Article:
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ceeded. These were my words. On I was perhaps dilatory. Yesyes, it these lands there can be but one is all perfectly right, and I have not Squire."

the smallest reason to complain." I could not listen in quietness. I “But what—what?—for heaven's rose from my chair again in dismay sake, tell me! You are not about to and apprehension. " You mean to do anything ?- what are you about to withdraw-to leave the house to do?” cried I. abdicate ?" I gasped, scarcely know- “Sir, you are excited,” said the ing what I said.

Squire. “I am about to do nothing “Sir," said the Squire, looking up which I am not quite prepared for. with authority, “ I mean to cease.". Pardon me for reminding you.

You it is impossible to give the small- are a stranger-you are in the counest idea of the horror of these words, try—and in this quiet district we spoken in this strange silent house keep early hours. Do me the favour in the dark room, with its line of to ring for lights; the bell is close long dull windows letting in a colour- to your hand; and as our avenue is of less ghostly twilight, and the tremu- the darkest, Joseph will guide to the lous limes quivering at the oriel. I postern." cried aloud, yet it was only in a I rang the bell, as I was desired, whisper: “Why-what-how is this! with passive obedience. I was struck Murder-suicide! Good heaven, what dumb with amaze and bewilderdo you mean?"

ment, half angry at this sudden dis"Be seated, sir,” said my com- missal, and half disposed to remain panion, authoritatively. “I trust I in spite of it; but I was a stranger, speak to a gentleman, and a man of indebted to my companion's courtesy honour. Do I betray any unseemly for my introduction here, and withagitation? The means are our secret out the slightest claim upon him. -the fact is as I tell you. To-mor- Lights appeared, as if by magic, row, sir, my son will be Squire of in an instant, and Joseph lingered Witcherley, and I shall have ful- waiting for orders. Take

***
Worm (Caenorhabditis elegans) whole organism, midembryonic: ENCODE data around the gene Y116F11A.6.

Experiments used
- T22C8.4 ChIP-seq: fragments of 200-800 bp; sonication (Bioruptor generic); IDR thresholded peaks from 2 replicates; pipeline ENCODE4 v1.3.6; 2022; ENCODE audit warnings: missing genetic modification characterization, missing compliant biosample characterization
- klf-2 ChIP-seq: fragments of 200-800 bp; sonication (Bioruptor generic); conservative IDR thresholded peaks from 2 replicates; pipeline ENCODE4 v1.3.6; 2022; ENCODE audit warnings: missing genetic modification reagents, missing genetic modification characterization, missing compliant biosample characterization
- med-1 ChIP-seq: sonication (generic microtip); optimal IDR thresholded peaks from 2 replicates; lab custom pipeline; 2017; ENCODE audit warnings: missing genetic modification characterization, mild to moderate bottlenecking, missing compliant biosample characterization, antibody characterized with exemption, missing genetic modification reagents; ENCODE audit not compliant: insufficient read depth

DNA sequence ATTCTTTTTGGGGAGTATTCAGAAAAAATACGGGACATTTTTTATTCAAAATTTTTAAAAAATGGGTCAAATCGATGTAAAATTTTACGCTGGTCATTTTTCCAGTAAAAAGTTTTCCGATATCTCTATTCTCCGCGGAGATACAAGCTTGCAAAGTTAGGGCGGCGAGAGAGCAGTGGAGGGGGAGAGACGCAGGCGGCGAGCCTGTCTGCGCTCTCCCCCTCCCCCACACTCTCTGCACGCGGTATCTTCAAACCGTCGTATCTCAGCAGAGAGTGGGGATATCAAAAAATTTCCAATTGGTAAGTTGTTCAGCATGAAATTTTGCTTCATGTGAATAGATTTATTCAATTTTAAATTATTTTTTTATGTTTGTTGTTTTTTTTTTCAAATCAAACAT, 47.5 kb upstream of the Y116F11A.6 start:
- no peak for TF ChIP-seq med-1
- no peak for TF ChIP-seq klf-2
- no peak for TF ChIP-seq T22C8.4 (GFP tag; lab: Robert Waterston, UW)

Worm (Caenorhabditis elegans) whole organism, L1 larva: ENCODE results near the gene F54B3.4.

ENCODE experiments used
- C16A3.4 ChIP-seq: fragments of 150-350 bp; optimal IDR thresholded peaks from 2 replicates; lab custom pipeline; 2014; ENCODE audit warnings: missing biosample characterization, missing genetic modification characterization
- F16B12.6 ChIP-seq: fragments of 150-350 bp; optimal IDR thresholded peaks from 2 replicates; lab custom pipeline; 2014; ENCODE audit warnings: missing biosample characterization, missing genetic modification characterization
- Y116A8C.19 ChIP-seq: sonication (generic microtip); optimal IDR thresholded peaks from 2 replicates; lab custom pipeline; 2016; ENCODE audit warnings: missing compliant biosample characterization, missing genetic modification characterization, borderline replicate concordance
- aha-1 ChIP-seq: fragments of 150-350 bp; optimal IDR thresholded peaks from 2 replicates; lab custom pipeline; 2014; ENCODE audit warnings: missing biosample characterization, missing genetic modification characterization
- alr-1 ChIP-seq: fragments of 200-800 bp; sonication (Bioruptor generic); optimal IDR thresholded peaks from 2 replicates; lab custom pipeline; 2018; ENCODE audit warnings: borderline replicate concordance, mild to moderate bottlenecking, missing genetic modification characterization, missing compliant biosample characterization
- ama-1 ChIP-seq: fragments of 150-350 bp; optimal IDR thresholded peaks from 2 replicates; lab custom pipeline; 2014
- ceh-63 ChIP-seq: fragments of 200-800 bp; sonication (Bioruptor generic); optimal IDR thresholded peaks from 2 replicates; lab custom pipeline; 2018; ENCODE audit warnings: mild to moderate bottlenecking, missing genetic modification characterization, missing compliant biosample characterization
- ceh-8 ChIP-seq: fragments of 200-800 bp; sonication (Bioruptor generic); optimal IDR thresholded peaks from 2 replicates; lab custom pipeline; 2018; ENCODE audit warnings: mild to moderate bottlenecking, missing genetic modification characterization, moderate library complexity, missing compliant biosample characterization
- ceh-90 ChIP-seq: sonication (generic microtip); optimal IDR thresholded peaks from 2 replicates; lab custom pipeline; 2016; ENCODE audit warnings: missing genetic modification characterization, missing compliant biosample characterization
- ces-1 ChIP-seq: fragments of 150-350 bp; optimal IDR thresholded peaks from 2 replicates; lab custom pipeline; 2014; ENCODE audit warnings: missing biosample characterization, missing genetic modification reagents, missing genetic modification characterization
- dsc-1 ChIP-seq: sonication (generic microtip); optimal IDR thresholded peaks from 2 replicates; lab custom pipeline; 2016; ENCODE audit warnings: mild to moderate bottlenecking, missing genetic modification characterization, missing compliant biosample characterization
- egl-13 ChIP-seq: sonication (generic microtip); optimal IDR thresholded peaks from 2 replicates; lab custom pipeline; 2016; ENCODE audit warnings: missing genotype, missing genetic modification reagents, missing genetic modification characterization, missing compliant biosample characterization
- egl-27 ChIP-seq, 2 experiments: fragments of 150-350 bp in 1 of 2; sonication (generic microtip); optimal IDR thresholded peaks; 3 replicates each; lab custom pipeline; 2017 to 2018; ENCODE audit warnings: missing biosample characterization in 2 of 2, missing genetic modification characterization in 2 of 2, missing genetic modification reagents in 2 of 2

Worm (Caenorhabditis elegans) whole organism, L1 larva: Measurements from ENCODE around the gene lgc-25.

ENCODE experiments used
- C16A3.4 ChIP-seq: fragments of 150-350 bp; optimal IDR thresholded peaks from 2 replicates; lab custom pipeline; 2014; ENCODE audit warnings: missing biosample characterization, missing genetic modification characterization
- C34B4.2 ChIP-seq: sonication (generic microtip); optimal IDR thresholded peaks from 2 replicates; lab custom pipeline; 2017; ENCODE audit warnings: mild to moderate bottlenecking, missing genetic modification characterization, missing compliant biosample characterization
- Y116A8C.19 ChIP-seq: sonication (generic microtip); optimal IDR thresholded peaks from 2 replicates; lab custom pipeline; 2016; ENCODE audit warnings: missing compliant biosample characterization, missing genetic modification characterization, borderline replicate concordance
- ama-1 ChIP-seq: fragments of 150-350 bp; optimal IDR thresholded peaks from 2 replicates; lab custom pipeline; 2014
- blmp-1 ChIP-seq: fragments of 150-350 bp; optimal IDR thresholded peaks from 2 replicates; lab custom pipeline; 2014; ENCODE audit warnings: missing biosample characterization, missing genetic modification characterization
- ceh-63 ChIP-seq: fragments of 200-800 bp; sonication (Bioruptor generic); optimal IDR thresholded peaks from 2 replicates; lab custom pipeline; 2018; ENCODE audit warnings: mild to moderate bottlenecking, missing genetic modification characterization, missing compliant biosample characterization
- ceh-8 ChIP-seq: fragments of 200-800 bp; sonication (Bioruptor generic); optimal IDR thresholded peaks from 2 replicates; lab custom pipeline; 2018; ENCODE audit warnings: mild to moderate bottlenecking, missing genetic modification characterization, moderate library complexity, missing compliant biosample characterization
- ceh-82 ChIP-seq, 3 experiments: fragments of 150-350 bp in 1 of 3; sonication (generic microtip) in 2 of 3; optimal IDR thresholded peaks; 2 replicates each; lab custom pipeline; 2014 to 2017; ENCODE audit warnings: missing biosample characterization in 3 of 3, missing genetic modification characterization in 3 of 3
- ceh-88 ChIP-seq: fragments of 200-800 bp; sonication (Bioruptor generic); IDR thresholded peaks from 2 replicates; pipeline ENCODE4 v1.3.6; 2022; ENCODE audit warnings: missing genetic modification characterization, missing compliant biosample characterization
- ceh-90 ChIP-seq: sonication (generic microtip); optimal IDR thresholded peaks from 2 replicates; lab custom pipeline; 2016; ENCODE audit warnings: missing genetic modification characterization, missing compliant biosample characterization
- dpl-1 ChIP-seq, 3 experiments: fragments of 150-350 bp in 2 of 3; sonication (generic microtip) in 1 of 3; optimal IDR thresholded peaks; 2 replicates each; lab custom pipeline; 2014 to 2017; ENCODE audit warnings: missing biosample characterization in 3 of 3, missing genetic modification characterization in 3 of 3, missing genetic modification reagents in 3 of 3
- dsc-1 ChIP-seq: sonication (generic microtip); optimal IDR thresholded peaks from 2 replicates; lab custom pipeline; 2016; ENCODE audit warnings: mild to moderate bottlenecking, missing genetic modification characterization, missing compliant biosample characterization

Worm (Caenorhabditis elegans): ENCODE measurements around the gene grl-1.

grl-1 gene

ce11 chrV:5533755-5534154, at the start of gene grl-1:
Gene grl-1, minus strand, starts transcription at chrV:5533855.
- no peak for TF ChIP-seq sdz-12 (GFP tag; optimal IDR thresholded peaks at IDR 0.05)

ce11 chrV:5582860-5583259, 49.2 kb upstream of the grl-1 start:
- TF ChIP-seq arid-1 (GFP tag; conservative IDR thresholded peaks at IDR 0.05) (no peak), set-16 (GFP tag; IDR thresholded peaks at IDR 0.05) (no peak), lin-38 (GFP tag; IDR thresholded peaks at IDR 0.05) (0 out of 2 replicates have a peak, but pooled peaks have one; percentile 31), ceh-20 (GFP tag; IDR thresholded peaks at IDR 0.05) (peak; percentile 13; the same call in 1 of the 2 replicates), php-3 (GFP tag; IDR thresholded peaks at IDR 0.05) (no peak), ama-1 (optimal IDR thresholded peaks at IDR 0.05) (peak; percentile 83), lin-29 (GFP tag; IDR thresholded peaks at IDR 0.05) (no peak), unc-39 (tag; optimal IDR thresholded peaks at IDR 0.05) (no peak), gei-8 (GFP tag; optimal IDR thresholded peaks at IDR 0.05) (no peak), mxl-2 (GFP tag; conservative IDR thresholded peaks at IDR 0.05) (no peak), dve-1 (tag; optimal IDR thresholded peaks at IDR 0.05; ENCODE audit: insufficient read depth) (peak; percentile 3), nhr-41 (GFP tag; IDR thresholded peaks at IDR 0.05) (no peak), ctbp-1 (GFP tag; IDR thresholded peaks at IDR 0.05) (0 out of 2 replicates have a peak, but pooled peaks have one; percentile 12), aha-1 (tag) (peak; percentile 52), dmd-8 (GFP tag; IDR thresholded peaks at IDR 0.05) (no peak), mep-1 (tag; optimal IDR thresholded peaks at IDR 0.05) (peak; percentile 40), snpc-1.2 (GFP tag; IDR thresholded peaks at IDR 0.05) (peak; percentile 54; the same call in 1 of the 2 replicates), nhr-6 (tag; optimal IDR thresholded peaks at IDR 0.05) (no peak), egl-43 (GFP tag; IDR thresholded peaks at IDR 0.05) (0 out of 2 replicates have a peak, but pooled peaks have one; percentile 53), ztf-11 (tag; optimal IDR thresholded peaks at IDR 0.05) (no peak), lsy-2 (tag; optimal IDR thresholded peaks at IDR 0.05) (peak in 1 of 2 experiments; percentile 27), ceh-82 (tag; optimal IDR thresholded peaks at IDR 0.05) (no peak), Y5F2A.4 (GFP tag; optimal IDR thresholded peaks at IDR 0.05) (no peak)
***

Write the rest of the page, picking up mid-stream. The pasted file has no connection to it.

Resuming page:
your filled the vow and the destiny of my lantern and light the gentleman to

the end of the avenue," said the How I managed to sit down quietly Squire, coming briskly out of the again in this ghastly half-light at the recess, and arranging for himself a domestic table of a man who had just chair and a newspaper at the table. made a statement so astounding, and Then he held out his hand to me, under a roof where the implements shook mine heartily, and dismissed of murder might be waiting, or theme with the condescending, but draught of the suicide prepared, I authoritative bow of a monarch. I cannot tell: yet I did so, overawed muttered something about remains by the quietness of my companion, ing—about service and assistance in presence of whom, though my head but the old gentleman took no furthrobbed and my veins swelled, it ther notice of me, and sat down to seemed impossible to say a word. his newspaper with dignified impeneI sat looking at him in silence, re- trability. Having no resource but volving a hundred wild schemes of to follow Joseph, I went out with no rescue. In England, and the nine- small amount of discomposure. And teenth century! It was not possible; looking back to the placid old figure yet I could not help the shuddering at the table, with his lamp and his sense of reality which crept upon paper, and struck with the overme. “And your son?” I exclaimed, whelming incongruity of ideas, the abruptly, with & renewed sense of mysterious horror of the story, and horror-the son's sullen and guilty the composed serenity of the scene, shame returning in strong confirma- went out after my guide in perfect tion before my eyes.